Section #18 - After harsh political debates the Supreme Court’s Dred Scott decision fails to resolve slavery
Chapter 202: The Nation Is Shocked By A Brutal Assault In The Senate On Charles Sumner
Charles Sumner: Personal Profile
While most members of Congress are content to delay action until the report from the “Kansas Investigation Committee” becomes available in June 1856, one Senator is dead set on provoking his “Slave Power” colleagues, particularly Stephen Douglas and a housemates of his in D.C., Andrew Butler of South Carolina.
That Senator is Charles Sumner of Massachusetts, and he is fully primed in advance to lay into all who would allow slavery to spread to the west. In a note to his abolitionist colleague, Governor Salmon Chase of Ohio, he anticipates the upcoming moment:
I have the floor for next Monday on Kansas and I shall make the most thorough & complete speech of my life. My soul is rung by this outrage & I shall pour it forth.
“Pouring forth” in superior fashion on his moral certainties is a trait Sumner perfects early on in his life.
He is born in Boston on January 6, 1811, to parents who work their way from scarcity into the middle class. His father becomes a Harvard-educated lawyer, and a man well known in the city for his “causes.” These consistently push the everyday norms, calling for abolition, racial integration of schools and even inter-racial marriage.
Sumner is the oldest of nine children and, as such, is evidently expected to set the standard for moral rectitude for his siblings. Along with this comes an air of superiority that distances him from his schoolmates, and that persists throughout his life. He responds by retreating into scholarship, intent on winning admiration through the power of his mind, if not a winning personality.
He graduates from Harvard College in 1830 and from its law school in 1834. Two men appear to have a special impact on shaping Sumner’s future. One is Associate Justice of the U.S. Supreme Court, Joseph Story, who teaches Sumner in law school. The other is William Ellery Channing, who reinforces the Unitarian values he has learned while attending King’s Chapel with his parents.
A three-year tour of Europe opens Sumner’s eyes to the broader world around him, draws him into literature and the arts, and leaves lasting impressions about the apparently easy assimilation of blacks in France. When he returns to the states in 1840, he is eager to begin his own career. It consists early on of a shaky law practice, lecturing at Harvard, and various editing endeavors. But Sumner is also gaining notice among Boston’s cultural elite, including fellow lecturer and budding author, Henry Wadsworth Longfellow, Emerson, Hawthorne, and the abolitionists, poets James Russell Lowell and Wendell Phillips.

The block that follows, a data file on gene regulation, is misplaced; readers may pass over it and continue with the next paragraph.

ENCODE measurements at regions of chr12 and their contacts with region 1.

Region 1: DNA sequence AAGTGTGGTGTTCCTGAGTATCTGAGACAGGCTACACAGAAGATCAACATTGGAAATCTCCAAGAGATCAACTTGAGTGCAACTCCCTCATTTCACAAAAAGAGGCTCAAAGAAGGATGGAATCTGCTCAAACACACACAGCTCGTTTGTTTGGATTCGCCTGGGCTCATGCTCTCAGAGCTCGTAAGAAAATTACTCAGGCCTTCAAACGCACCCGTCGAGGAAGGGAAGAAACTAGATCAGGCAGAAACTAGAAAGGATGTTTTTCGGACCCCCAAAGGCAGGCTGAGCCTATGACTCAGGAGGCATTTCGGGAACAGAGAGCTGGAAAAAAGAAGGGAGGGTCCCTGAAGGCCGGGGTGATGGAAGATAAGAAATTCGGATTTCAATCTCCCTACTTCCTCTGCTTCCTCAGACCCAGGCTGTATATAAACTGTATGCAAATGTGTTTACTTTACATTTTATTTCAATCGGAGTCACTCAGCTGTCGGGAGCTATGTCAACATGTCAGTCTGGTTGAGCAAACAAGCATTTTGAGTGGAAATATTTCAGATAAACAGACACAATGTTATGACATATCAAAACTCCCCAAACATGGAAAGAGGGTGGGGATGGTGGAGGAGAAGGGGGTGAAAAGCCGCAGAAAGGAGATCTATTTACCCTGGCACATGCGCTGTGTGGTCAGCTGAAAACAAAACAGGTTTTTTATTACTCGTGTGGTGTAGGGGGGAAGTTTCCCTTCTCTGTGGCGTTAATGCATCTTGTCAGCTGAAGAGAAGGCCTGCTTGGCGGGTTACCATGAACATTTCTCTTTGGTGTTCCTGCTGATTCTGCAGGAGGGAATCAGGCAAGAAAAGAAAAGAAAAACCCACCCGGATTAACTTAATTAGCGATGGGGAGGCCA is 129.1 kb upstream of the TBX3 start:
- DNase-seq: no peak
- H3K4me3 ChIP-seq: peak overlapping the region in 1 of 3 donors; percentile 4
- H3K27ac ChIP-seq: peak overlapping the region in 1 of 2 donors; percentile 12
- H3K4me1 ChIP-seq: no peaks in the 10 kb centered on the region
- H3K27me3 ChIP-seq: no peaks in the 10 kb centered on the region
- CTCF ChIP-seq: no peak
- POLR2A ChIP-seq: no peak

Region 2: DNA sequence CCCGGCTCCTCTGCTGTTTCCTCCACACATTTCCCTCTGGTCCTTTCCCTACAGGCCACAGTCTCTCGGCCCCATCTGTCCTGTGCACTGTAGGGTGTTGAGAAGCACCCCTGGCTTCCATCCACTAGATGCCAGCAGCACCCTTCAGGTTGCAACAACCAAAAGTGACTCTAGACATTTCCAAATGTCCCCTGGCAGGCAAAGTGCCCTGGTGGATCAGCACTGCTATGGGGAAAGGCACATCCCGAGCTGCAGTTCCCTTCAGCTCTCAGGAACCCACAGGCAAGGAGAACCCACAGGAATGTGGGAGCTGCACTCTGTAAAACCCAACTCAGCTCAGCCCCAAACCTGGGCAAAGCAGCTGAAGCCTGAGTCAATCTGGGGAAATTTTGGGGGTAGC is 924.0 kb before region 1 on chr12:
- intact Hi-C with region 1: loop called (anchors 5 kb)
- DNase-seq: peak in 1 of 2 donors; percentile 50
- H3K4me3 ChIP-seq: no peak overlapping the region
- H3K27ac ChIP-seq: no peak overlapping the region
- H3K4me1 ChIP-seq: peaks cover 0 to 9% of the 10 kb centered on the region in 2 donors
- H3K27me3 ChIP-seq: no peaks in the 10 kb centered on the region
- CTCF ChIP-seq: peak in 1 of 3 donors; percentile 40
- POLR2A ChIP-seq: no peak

His future trajectory changes on July 4, 1845 in a lecture he delivers in Boston titled “The True Grandeur of Nations,” which calls upon his audience to fulfill duties to current society consistent with those of the Founders.
Honor to the memory of our Fathers ! May the turf lie gently on their sacred graves ! Not in words only, but in deeds also, let us testify our reverence for their name. Let us imitate what in them was lofty, pure, and good ; let us from them learn to bear hardship and privation. Let us, who now reap in strength what they sowed in weakness, study to enhance the inheritance we have received. To do this, we must not fold our hands in slumber, nor abide content with the Past. To each generation is committed its peculiar task ; nor does the heart, which responds to the call of duty, find respite except in the world to come.
In this same speech, Sumner, a confirmed supporter of Henry Clay and the Whigs, criticizes the March 1845 Texas Annexation and warns against war with Mexico. Henceforth he is a public figure, a sought-after lecturer, and an agitator for reforming the Boston Prison System, making change to public schools proposed by his friend, Horace Mann, and totally abolishing slavery.
In 1846 when the Massachusetts’ Whigs divide along “Cotton vs. Conscience” lines, Sumner’s name is put forward to challenge his Harvard classmate and friend, Robert Winthrop, for a seat in congress, but he declines. He fears that even the anti-slavery politicians will fail to fight hard enough for the principle of Truth:
Loyalty to principle is higher than loyalty to party. The first is a heavenly sentiment, from God, the other is a device of this world. Far above any flickering battle-lantern of Party is the everlasting sun of Truth.
In 1848, Sumner helps Chase and others in founding the new Free Soil Party, an awkward coalition of those who wish to stop the expansion of slavery on moral grounds with those whose aims are self-serving on behalf of white settlers and white labor.
Although he has never run for public office, Sumner is chosen in 1850 by the Free Soilers to run for U.S. Senator against the Whig, Robert Winthrop. The state Senate gives him a needed majority of 23-14 on the first ballot, but the House takes 93 days and 26 ballots to finally go along with the choice. The opposition includes the “doughface,” Caleb Cushing, who characterizes Sumner as…
A one-idea abolition agitator …a death stab to the honor and welfare of the Commonwealth…and a disaster to the Union
Once in office, Sumner’s sanctimonious lecturing and arrogant style become well known in congress, and are off-putting to many members across party lines. Abraham Lincoln’s later capsulation seems to fit well:
I never had much to do with bishops where I live, but, do you know, Sumner is my idea of a bishop.
When he rises to address no one doubts his intentions to lay into the Slave Power and its accomplices for what he titles “The Crime In Kansas.”
May 19-20, 1856
Charles Sumner Delivers His “Crime Against Kansas” Speech